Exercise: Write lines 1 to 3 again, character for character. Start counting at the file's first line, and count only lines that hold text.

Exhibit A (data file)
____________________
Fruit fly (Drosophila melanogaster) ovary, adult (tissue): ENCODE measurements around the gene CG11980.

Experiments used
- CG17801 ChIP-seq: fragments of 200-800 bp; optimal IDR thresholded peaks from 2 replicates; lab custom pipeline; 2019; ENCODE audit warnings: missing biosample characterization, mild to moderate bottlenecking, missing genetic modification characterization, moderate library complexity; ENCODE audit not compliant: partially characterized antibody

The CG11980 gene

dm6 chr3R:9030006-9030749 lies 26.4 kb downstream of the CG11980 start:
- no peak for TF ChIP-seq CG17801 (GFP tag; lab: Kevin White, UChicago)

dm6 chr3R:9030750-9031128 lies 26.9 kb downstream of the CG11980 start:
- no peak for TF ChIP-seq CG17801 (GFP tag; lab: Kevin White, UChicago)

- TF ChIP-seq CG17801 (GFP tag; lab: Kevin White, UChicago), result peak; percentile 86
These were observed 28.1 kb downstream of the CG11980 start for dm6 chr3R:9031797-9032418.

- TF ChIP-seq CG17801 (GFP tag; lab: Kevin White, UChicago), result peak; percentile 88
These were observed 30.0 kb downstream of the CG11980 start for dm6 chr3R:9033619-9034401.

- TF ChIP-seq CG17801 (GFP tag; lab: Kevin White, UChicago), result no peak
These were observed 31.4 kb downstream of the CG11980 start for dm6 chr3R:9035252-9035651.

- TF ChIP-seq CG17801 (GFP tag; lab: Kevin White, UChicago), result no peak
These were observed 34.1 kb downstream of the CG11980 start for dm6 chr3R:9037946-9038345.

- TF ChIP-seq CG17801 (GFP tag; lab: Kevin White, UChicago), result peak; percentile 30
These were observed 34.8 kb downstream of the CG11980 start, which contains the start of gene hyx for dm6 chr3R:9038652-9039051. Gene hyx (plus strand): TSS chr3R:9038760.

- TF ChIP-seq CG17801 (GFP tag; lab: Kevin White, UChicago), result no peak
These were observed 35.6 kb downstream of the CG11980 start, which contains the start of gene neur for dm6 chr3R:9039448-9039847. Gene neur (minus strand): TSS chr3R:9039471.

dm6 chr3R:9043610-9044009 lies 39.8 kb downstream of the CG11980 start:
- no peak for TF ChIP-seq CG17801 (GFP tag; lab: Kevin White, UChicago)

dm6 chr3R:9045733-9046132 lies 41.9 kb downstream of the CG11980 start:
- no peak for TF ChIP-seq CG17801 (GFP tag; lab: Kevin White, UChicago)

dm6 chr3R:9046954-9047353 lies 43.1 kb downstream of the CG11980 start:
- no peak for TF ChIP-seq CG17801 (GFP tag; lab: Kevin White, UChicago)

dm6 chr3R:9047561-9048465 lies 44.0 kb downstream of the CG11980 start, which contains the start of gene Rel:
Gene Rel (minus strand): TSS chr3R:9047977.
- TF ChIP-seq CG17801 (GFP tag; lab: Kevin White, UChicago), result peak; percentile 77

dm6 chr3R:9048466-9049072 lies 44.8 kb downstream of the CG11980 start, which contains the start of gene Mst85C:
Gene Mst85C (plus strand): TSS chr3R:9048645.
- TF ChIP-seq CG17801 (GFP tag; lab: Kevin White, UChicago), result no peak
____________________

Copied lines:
Fruit fly (Drosophila melanogaster) ovary, adult (tissue): ENCODE measurements around the gene CG11980.

Experiments used
- CG17801 ChIP-seq: fragments of 200-800 bp; optimal IDR thresholded peaks from 2 replicates; lab custom pipeline; 2019; ENCODE audit warnings: missing biosample characterization, mild to moderate bottlenecking, missing genetic modification characterization, moderate library complexity; ENCODE audit not compliant: partially characterized antibody